By Wanda Patrick, LPN
I’ve been a nurse for more than forty years, and I can honestly say that I’m blessed to have found the true calling on my life when I was still in elementary school. Not many children can say at that age that they really know what they are going to be when they grow up.
I’ll never forget reading over and over again a hardcover book about a teenage girl who was a ‘candy stripper.’ I thought that the book was so interesting and it held such wonder and excitement for me. She wasn’t a nurse, and the things she did for her patients were not really considered nursing care, but I knew there was much more than what was on the pages of the book, and it held my interest. I dreamed of wearing that white uniform and cute nurses cap on my head. I know that in my little girl’s imagination, it was all glamour and excitement. But in any case, I really felt that this profession was calling my name.
So, I purposefully attended a high school which at that time offered the LPN training as a major… I had no interest in the training for the corporate world, things like typing, bookkeeping, secretarial skills, etc. So, I signed up for the nurse’s course and again, was blessed to be chosen.
I use the word blessed because the majority of sophomore girls also signed up for the course, and I later found out that only fifteen girls could and would be chosen from that particular school.
So, during my junior and senior years of high school, I took classes at the school for half of the day, and for the other half, I trained with other students at the local hospital to learn nursing skills and patient care.
I did learn one important thing early on in training… I did very well when it came to interacting with patients and performing nursing care, but when it came to learning from the books concerning teaching and disease processes and things of that nature, I wasn’t able to learn and maintain information well enough to make high grades on the test… I was honest with myself and realized that my strength rested in the actual caring of those assigned to me. I really enjoyed what I did at the bedside, and with my patients. I thank God that I was able to maintain a high enough grade and to score well enough on the state board to obtain my license.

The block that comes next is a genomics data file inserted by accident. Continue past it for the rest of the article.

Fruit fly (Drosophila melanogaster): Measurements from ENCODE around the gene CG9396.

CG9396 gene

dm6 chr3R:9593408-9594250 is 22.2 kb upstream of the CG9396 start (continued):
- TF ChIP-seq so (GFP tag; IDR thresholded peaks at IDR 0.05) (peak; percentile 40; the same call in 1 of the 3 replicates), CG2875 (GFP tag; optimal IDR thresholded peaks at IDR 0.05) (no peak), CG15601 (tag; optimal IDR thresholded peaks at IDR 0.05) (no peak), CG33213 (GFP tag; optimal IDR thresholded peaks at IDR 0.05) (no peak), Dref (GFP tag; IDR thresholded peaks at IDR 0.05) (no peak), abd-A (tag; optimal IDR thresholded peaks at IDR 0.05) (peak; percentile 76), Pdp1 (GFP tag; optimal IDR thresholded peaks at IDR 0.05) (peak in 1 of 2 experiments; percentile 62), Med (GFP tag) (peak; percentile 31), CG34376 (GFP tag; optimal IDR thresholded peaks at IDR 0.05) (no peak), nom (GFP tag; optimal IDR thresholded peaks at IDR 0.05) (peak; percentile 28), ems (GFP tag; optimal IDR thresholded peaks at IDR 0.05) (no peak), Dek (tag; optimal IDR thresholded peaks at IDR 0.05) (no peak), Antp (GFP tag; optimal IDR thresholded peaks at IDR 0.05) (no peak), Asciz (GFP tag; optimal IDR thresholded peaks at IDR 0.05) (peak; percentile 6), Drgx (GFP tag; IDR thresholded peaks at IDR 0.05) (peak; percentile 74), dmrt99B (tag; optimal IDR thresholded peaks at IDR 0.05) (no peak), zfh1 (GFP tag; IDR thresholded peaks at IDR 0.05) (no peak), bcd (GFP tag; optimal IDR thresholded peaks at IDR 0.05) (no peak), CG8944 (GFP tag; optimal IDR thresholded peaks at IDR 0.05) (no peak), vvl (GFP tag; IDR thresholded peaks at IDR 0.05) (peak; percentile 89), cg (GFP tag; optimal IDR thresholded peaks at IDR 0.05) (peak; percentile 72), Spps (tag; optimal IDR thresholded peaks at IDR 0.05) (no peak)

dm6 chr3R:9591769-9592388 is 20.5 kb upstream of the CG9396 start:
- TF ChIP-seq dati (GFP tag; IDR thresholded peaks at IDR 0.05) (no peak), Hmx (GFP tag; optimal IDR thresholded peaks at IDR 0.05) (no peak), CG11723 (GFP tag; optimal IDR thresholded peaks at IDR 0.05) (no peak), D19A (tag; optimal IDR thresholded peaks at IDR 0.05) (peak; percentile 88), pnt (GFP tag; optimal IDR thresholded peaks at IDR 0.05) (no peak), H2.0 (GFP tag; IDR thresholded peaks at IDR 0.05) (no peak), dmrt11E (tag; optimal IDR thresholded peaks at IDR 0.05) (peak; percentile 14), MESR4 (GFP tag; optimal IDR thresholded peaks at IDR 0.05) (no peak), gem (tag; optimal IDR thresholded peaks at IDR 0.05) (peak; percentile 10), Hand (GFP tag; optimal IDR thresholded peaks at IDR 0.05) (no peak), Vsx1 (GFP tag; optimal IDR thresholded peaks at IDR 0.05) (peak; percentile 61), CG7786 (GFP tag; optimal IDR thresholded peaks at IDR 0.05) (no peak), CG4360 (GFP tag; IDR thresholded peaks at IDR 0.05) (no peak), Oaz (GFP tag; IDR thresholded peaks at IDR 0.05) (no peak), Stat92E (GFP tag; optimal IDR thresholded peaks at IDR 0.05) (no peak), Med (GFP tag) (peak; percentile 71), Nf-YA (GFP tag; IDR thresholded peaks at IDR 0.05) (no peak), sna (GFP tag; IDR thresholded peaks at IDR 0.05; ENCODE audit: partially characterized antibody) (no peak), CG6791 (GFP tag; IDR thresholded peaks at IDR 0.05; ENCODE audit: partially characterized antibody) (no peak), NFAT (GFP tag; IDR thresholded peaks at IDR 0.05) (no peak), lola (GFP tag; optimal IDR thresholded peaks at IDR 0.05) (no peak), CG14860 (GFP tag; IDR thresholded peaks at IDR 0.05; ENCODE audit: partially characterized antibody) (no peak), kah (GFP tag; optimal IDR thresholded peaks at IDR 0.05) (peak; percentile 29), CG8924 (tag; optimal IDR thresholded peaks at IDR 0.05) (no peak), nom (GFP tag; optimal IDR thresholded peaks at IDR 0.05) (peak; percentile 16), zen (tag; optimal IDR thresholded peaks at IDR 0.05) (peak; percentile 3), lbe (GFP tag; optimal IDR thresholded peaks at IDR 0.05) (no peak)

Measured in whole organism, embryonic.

My first job was immediately after finishing school, in a large well known Chicago hospital. It was, I admit quite a dose of reality shock! Now, instead of doing small nursing chores for one or two patients, I was assigned the care of at least four or more patients. I worked with adults, no children at the time. It was tough to keep up, and it did take a while to find my rhythm, but after a while longer, things became more manageable, and I continued to work in this capacity for ten years or more.
Then, my career shifted me to work with children. This was a bit challenging in the beginning, since I’d never worked with kids before, and I’d never worked in-home healthcare. I felt nervous, reminding myself that I’d be in an environment where there would be no other nurses, and no doctors to call on for help! But, the first children’s agency I worked for was very helpful in training me and made me feel comfortable enough to give it a try… and I am so happy I did!
I soon realized that this was the place where I fit like a puzzle piece! Each child I worked with soon became special to me! I took my duties seriously and still do. I’ve always wanted the parents of my kids to feel comfortable and free to go as they please. I believe that these families should be able to live as normal a life as possible. I feel that what I can contribute makes a difference, not only to the parents but to the child as well.
The kids I care for would never be able to attend school, ride on a school bus, or interact outside of their homes with other kids if there wasn’t someone like me who is willing to do what it takes to make these things possible. I believe a child should be able to experience as much of a ‘normal’ childhood as possible. So, I make it my business each day to take time to read to, play with, and make my little charges days as fun as possible.
Of course, I performed my nurse’s duties to the best of my ability, but the other things I do to be sure my little patient smiles, giggles, laughs and has fun while they’re with me. I enjoy being with them and want them to know it!
The parents are happy; they feel free to go to the work, to shop, to leave their child in my care, knowing that I will care for their child as if he or she were my own. I know the child is happy as well; he or she knows that when I’m on duty, they will have someone talk to them, take them outside, and do things that any child normally wants to do.
Finally, special kids deserve special care, and that’s what I’ve become good at giving. These kids can feel left out, looked over, and unimportant. My job, and what I love to do is to show them that they are just as important as their ‘normal’ brothers and sisters… That they are lovable and deserve all the love, affection, and attention, they can get!
I feel blessed to be able to give them these things.
Wanda Patrick, LPN